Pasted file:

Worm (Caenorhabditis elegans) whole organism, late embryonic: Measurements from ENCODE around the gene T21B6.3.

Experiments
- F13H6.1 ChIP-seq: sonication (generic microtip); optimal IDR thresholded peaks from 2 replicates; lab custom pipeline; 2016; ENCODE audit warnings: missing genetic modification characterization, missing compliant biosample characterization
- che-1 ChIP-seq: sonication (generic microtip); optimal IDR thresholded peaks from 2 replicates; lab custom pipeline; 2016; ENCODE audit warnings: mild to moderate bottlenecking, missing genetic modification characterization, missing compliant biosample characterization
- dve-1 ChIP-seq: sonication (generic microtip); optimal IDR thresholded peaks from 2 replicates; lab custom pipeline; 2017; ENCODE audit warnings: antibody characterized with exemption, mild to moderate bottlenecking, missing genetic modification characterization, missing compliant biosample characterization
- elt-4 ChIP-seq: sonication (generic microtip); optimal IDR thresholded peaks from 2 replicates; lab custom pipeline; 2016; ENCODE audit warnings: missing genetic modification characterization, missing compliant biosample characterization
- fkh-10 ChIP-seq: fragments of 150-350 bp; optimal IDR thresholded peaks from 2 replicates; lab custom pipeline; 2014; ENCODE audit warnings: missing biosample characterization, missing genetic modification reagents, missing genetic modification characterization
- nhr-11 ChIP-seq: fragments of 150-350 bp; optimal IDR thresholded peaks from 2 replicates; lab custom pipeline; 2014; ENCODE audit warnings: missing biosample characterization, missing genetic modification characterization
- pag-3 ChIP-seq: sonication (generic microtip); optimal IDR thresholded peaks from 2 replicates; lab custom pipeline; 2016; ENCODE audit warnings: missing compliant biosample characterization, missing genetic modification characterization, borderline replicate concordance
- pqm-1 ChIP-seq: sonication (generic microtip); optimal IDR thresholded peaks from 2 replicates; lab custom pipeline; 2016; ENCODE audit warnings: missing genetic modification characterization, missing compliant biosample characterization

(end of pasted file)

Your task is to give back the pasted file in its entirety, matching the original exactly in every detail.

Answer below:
Worm (Caenorhabditis elegans) whole organism, late embryonic: Measurements from ENCODE around the gene T21B6.3.

Experiments
- F13H6.1 ChIP-seq: sonication (generic microtip); optimal IDR thresholded peaks from 2 replicates; lab custom pipeline; 2016; ENCODE audit warnings: missing genetic modification characterization, missing compliant biosample characterization
- che-1 ChIP-seq: sonication (generic microtip); optimal IDR thresholded peaks from 2 replicates; lab custom pipeline; 2016; ENCODE audit warnings: mild to moderate bottlenecking, missing genetic modification characterization, missing compliant biosample characterization
- dve-1 ChIP-seq: sonication (generic microtip); optimal IDR thresholded peaks from 2 replicates; lab custom pipeline; 2017; ENCODE audit warnings: antibody characterized with exemption, mild to moderate bottlenecking, missing genetic modification characterization, missing compliant biosample characterization
- elt-4 ChIP-seq: sonication (generic microtip); optimal IDR thresholded peaks from 2 replicates; lab custom pipeline; 2016; ENCODE audit warnings: missing genetic modification characterization, missing compliant biosample characterization
- fkh-10 ChIP-seq: fragments of 150-350 bp; optimal IDR thresholded peaks from 2 replicates; lab custom pipeline; 2014; ENCODE audit warnings: missing biosample characterization, missing genetic modification reagents, missing genetic modification characterization
- nhr-11 ChIP-seq: fragments of 150-350 bp; optimal IDR thresholded peaks from 2 replicates; lab custom pipeline; 2014; ENCODE audit warnings: missing biosample characterization, missing genetic modification characterization
- pag-3 ChIP-seq: sonication (generic microtip); optimal IDR thresholded peaks from 2 replicates; lab custom pipeline; 2016; ENCODE audit warnings: missing compliant biosample characterization, missing genetic modification characterization, borderline replicate concordance
- pqm-1 ChIP-seq: sonication (generic microtip); optimal IDR thresholded peaks from 2 replicates; lab custom pipeline; 2016; ENCODE audit warnings: missing genetic modification characterization, missing compliant biosample characterization